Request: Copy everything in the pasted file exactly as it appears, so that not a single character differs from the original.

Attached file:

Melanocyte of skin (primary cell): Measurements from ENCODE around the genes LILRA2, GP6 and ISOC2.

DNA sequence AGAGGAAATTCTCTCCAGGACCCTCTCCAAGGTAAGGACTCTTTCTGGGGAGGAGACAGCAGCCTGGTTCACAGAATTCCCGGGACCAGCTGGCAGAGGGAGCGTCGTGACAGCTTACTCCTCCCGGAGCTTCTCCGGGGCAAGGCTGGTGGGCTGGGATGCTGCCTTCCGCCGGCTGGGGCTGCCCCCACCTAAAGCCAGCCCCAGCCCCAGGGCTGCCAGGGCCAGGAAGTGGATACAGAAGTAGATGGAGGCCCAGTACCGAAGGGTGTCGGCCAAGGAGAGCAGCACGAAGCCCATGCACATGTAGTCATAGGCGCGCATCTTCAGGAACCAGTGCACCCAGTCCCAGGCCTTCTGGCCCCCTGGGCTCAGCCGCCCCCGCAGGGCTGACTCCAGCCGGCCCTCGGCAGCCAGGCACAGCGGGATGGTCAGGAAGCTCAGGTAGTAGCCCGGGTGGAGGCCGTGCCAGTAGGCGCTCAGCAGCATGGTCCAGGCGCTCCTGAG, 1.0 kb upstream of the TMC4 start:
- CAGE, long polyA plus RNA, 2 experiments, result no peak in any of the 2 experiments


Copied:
Melanocyte of skin (primary cell): Measurements from ENCODE around the genes LILRA2, GP6 and ISOC2.

DNA sequence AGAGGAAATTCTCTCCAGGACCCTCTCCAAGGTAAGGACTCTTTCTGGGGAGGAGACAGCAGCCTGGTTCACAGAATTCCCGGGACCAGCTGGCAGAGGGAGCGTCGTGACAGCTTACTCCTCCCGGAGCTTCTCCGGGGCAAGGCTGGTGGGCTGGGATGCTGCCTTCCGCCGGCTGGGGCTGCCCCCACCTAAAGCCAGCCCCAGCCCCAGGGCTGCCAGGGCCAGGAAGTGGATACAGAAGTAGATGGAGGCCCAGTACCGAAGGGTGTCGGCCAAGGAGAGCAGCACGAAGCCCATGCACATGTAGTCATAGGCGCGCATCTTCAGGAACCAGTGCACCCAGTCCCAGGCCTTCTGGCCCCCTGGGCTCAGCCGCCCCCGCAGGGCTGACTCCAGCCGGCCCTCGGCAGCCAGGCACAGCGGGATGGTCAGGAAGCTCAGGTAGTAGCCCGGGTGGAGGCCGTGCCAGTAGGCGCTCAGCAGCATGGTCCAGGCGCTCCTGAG, 1.0 kb upstream of the TMC4 start:
- CAGE, long polyA plus RNA, 2 experiments, result no peak in any of the 2 experiments